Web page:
The Alameda County Board of Supervisors voted 4-0 earlier this week to pass an ordinance that will ban landlords from using criminal background checks on potential tenants, becoming the first such county-wide ban in the Country.
The ordinance, also known as the Fair Chance Housing Ordinance, will prohibit both private and public landlords from mandatory arrest and conviction disclosure requirements In addition, all advertising that has language indicating that people with criminal backgrounds can not apply will be prohibited. However, those on the sex offender registry will not be included, with landlords being able to check for those people on the list.
The ordinance was created earlier this year due to a large number of unhoused people in Oakland and the rest of the County. Proponents pointed to a 2019 UC Berkeley study that found that 73% of those living in homeless encampments had been in jail at some point, with them arguing that such a restriction kept many from getting housing and helping keep up homeless numbers in both Oakland and the County as a whole.
“We know from studies and records, that about 73% of the unhoused residents in Oakland’s homeless encampments actually have criminal records,” said Xavier Johnson of the Just Cities Institute earlier this week. “So we can see that it’s been a barrier for them to access housing. We also know that a person who has a criminal record is about 10 times more likely to face homelessness on a whole.”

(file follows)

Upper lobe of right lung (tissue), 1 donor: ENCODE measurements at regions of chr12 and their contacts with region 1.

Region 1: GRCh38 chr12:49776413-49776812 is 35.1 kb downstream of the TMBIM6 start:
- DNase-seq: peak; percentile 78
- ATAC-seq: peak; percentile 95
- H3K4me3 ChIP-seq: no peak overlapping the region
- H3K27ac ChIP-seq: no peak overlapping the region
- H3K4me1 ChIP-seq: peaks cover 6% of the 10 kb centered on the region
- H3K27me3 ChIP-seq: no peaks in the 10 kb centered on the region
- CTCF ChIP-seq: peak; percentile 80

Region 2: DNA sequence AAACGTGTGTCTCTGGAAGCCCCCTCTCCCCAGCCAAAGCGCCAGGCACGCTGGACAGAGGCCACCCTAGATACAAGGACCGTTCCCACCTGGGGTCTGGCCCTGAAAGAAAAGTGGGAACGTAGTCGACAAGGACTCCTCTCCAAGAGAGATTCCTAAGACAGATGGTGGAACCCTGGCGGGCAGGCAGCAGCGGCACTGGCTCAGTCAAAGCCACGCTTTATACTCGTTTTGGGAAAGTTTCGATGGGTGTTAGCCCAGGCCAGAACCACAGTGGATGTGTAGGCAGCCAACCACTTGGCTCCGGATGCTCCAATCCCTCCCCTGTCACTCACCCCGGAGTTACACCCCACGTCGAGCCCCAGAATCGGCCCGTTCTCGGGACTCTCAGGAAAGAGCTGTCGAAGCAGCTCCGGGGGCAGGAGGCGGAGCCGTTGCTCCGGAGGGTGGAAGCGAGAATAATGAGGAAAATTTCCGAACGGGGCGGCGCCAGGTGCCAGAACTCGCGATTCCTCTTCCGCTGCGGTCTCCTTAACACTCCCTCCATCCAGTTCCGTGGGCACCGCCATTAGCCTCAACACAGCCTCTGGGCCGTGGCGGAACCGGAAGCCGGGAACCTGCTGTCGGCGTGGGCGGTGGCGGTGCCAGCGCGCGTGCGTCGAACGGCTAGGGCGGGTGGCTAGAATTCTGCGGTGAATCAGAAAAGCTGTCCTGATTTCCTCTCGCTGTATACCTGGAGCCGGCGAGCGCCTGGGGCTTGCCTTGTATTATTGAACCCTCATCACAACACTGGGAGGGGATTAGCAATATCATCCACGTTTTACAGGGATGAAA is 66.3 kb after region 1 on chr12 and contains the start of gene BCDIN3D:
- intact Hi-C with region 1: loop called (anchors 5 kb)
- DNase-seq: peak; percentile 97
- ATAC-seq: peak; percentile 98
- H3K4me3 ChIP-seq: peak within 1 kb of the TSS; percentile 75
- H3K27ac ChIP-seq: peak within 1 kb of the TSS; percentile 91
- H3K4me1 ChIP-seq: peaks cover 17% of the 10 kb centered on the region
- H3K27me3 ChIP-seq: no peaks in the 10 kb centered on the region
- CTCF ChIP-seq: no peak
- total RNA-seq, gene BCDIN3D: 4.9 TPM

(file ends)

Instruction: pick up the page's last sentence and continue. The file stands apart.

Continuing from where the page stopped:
However, many apartment groups and tenant associations were strongly against the ordinance, denouncing it as being unsafe, that it would not help the unhoused situation, and that it pulls away from more pressing matters like building more affordable units.
“Alameda County needs more units, not more bureaucracy and more laws,” said the California Apartment Association this week. “Rather than focus on building affordable homes and lifting its eviction moratorium, the county is wasting time by adopting new limits on a landlord’s ability to protect the rights of their tenants and provide quality housing.
“Before placing new regulations on housing providers, the Board of Supervisors must lift the COVID era eviction moratorium which invites tenants to not pay their rent even if they never suffered a COVID related hardship. Alameda County should follow other cities across the state and end it’s outdated and legally questionable eviction moratorium rather than waste time on policies that won’t truly solve our housing crisis.”
The criminal background check ban
Many landlords also noted that the ban will likely not work, as there are numerous other methods they can use to find out.
“Asking for references from previous landlords undoes all of this,” said Avery Coleman, an Oakland landlord, to the Globe on Friday. “Seriously. If they can’t put any on there, or they have a huge gap between years, and it’s not the military there, it’s easy to find out. Sometimes they put down halfway houses too. It’s not even an extra step. This ordinance doesn’t really do much, because there are so many other avenues we can take to find out. I don’t see why they are cheering for this at all.”
Both Oakland and Berkeley had passed similar measures in 2020, but with the ordinance passed on Tuesday, it will now cover the entire county.
“The funny thing is, since Oakland passed that ordinance in 2020, homelessness didn’t go down,” added Coleman. “It went up. Not asking about a criminal background did nothing for those homeless rates. And now the law that doesn’t work is being expanded. What are they thinking?”
The ordinance in Alameda County is to come into effect beginning at the end of April of next yea after COVID-19 eviction moratoriums end.
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